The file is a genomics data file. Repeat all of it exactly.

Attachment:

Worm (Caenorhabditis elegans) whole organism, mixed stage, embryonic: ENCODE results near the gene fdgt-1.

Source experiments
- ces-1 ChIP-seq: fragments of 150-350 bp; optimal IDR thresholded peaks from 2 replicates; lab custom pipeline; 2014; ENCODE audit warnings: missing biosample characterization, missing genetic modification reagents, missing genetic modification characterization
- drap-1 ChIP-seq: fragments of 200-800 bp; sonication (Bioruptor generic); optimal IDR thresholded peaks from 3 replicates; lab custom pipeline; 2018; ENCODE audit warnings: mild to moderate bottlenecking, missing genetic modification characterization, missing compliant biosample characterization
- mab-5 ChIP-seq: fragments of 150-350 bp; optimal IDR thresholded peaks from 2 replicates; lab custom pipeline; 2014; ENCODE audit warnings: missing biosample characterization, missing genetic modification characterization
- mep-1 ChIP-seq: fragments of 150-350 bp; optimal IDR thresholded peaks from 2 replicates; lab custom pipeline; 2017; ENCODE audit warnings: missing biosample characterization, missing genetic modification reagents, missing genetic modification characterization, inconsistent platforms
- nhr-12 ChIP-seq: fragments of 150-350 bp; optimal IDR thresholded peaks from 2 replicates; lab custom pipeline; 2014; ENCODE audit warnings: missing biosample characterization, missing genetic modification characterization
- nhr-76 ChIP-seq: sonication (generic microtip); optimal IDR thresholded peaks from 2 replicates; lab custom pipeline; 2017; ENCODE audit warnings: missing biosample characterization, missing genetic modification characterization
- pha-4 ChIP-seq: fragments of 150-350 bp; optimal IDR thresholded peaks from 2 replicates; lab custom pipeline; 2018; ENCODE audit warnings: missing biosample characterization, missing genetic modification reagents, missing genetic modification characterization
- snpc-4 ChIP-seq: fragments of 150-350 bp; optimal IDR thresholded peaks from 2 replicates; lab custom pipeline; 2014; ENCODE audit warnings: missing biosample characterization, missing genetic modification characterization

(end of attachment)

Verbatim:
Worm (Caenorhabditis elegans) whole organism, mixed stage, embryonic: ENCODE results near the gene fdgt-1.

Source experiments
- ces-1 ChIP-seq: fragments of 150-350 bp; optimal IDR thresholded peaks from 2 replicates; lab custom pipeline; 2014; ENCODE audit warnings: missing biosample characterization, missing genetic modification reagents, missing genetic modification characterization
- drap-1 ChIP-seq: fragments of 200-800 bp; sonication (Bioruptor generic); optimal IDR thresholded peaks from 3 replicates; lab custom pipeline; 2018; ENCODE audit warnings: mild to moderate bottlenecking, missing genetic modification characterization, missing compliant biosample characterization
- mab-5 ChIP-seq: fragments of 150-350 bp; optimal IDR thresholded peaks from 2 replicates; lab custom pipeline; 2014; ENCODE audit warnings: missing biosample characterization, missing genetic modification characterization
- mep-1 ChIP-seq: fragments of 150-350 bp; optimal IDR thresholded peaks from 2 replicates; lab custom pipeline; 2017; ENCODE audit warnings: missing biosample characterization, missing genetic modification reagents, missing genetic modification characterization, inconsistent platforms
- nhr-12 ChIP-seq: fragments of 150-350 bp; optimal IDR thresholded peaks from 2 replicates; lab custom pipeline; 2014; ENCODE audit warnings: missing biosample characterization, missing genetic modification characterization
- nhr-76 ChIP-seq: sonication (generic microtip); optimal IDR thresholded peaks from 2 replicates; lab custom pipeline; 2017; ENCODE audit warnings: missing biosample characterization, missing genetic modification characterization
- pha-4 ChIP-seq: fragments of 150-350 bp; optimal IDR thresholded peaks from 2 replicates; lab custom pipeline; 2018; ENCODE audit warnings: missing biosample characterization, missing genetic modification reagents, missing genetic modification characterization
- snpc-4 ChIP-seq: fragments of 150-350 bp; optimal IDR thresholded peaks from 2 replicates; lab custom pipeline; 2014; ENCODE audit warnings: missing biosample characterization, missing genetic modification characterization